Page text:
By Sahil Patel
By Sarah Ullman
Amazon wants an Oscar. I said it. It’s the subtext of every article about Amazon’s feature film slate announcement (12 features a year in the $5-$25 million range). Two Golden Globes were a great start, but Amazon has decided that “prestige” original movies will reel in more Amazon Prime subscriptions, and I don’t think they’re wrong.
Amazon is armed with an enormous amount of customer data (my wish list is 327 items long, how about yours?), so the calculus of popular vs. prestige must be an informed choice. Is there a Venn diagram of popular and prestige? Sure…although Amazon hasn’t revealed ratings numbers for “Transparent” and Netflix declines to discuss numbers on “House of Cards” or “Orange Is the New Black” because it isn’t necessary.
Another way to view their strategy: It is much harder to win an Oscar after you become known for reality television. If you win an Oscar, though, you can pretty much make anything you want.
I imagine that Amazon will choose to pursue certain projects using data about customer subject, writer, and genre preferences. On the other hand, friends inside Amazon’s original content division have said that “Transparent” was really Jill Soloway’s through-and-through and that development executives barely touched the project. Did the data drive the creative risk in this wildly successful instance? Doubtful.
Of course, we must consider Amazon’s previous feature announcement in 2012 that they would produce features from user-submitted screenplays. While material is in development, nothing has been produced from this effort and executives indicated that this new slate would be developed in (somewhat) the old-fashioned way (agents!). As we all know, that is a wildly imprecise process. However, the call for material has the potential to be ignited by some focused data points, i.e., Amazon is looking for small indie character-focused dramas because everyone on Amazon Prime Instant Video watched “Whiplash.”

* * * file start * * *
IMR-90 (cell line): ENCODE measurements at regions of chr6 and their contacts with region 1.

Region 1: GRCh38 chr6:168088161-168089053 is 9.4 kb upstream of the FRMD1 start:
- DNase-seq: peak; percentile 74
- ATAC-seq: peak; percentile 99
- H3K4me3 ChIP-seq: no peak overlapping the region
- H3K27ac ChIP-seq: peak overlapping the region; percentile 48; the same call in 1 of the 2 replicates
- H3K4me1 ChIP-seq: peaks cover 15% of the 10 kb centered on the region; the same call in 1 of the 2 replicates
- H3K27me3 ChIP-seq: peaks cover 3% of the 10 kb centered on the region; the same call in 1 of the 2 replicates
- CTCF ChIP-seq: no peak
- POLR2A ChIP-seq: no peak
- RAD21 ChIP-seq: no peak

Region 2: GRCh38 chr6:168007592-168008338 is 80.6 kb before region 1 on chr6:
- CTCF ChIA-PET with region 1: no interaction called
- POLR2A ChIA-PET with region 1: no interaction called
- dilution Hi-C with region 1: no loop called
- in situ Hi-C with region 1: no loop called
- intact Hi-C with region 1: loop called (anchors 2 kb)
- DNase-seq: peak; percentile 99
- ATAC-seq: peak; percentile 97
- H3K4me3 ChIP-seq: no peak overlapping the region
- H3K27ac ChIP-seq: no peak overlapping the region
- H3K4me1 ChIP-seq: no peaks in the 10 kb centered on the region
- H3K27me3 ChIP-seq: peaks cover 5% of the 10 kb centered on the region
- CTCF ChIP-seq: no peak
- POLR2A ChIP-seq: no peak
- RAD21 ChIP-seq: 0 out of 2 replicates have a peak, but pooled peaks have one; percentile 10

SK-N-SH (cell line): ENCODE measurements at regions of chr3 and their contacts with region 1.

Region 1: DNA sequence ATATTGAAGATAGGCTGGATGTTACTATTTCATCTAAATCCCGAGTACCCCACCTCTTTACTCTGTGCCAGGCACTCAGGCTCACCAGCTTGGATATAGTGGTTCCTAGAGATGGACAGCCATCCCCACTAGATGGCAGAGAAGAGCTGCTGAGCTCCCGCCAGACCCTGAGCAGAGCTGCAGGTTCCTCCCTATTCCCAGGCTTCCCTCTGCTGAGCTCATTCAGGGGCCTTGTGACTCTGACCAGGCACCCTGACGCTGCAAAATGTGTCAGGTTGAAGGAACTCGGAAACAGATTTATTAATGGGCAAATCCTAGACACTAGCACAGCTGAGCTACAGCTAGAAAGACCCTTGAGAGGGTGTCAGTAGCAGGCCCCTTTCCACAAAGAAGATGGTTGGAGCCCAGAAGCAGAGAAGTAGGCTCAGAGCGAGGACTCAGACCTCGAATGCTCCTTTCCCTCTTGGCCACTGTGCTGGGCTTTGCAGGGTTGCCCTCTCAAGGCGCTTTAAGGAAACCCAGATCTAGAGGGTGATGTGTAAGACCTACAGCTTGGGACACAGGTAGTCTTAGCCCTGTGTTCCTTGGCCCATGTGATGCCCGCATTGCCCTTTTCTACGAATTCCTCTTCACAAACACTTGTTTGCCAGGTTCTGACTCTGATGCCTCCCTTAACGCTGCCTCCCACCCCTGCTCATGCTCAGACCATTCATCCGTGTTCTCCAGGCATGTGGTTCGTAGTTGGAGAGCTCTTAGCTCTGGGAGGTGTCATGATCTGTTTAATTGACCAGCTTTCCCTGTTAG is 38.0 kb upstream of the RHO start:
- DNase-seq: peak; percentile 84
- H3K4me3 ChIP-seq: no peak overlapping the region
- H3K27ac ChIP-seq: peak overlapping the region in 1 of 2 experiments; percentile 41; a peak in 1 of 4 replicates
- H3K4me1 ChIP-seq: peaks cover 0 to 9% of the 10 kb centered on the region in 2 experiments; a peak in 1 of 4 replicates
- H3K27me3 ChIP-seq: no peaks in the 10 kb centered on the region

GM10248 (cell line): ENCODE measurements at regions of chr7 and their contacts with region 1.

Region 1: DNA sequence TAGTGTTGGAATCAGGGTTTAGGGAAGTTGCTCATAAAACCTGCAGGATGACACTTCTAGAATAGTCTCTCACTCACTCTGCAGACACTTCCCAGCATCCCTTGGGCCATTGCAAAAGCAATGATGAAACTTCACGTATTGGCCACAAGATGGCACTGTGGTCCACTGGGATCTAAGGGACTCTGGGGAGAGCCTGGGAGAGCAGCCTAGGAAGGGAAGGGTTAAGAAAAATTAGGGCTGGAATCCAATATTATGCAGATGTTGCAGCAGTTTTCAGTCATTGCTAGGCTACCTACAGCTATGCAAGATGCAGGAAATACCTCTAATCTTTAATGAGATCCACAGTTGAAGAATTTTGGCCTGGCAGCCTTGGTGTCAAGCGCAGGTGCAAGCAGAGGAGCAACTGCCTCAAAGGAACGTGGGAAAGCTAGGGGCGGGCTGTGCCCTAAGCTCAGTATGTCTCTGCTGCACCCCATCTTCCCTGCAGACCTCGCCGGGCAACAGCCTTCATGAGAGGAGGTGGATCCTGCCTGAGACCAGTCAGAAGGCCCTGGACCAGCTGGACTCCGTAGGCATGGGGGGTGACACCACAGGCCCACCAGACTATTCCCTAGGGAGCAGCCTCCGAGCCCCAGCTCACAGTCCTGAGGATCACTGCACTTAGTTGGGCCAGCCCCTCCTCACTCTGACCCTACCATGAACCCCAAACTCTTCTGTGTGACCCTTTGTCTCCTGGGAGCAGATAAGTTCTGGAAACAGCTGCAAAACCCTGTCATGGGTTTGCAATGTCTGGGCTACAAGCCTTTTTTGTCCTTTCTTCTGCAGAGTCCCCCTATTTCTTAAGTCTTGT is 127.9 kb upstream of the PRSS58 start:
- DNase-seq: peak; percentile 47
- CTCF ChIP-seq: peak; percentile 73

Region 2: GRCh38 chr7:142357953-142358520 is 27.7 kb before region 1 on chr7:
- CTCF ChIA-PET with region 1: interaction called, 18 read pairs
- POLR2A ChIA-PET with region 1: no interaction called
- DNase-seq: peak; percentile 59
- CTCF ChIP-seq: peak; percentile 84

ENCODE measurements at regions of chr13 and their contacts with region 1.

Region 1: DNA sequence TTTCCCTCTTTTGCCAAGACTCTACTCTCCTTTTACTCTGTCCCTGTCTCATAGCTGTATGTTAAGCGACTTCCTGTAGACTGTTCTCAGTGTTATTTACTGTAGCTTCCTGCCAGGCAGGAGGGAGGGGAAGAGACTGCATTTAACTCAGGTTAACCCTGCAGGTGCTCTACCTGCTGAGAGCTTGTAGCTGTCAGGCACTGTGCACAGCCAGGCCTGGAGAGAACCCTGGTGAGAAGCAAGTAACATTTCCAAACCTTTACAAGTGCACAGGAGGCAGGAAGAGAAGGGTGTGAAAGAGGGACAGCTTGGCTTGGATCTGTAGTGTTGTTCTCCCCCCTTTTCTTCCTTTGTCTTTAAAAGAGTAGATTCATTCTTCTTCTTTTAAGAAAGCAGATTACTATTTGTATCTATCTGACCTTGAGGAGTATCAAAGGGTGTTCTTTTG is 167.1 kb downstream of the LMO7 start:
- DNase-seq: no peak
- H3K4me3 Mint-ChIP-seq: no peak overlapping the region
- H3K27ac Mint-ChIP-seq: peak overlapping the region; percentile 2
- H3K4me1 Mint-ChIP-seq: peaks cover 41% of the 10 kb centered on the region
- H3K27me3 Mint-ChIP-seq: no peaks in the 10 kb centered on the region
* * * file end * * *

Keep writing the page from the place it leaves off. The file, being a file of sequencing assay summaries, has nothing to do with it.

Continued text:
In addition, most of the news has focused on Amazon’s effort to decrease the window between theatrical and VOD release. Perhaps Amazon can force the issue by controlling the IP and changing content consumption habits with its owned-and-operated movies. Other studios and theater owners would be forced to follow suit if the strategy proves to generate more revenue than a traditional longer window.
Why release in theaters at all? Two reasons, I believe: 1) the “prestige” factor and a desire to be eligible for awards that require a theatrical release and 2) anecdotally, feature film content has more value on a VOD platform if it was once unavailable. Its availability on VOD is “eventized” in a way, because it’s news that you can watch it in your home. However, theaters boycotted the “Crouching Tiger” sequel when Netflix announced it would release the movie day-and-date in theaters and on its platform. A line in the sand, certainly.
Finally, the carrot of creative freedom has paved the way for the impressive slate of writers and directors with whom Amazon is developing TV (is it still TV if it isn’t distributed on a TV? Stay tuned.): Steven Soderbergh, Carlton Cuse, Ridley Scott, and Woody Allen.
What can we assume about Amazon’s new feature film slate based on their announcement and history working with creators? In short, creative freedom must be a given, “prestige” is the intent, auteurs are preferred (but genius new filmmakers are welcome), and consumer data is the advantage.
Sarah Ullman (@thesillysully) is a writer and creative consultant focusing on the YouTube ecosystem. She writes a weekly newsletter about the business of YouTube called “The Jungle” (subscribe here) and specializes in helping “traditional media” clients transition to the digital landscape.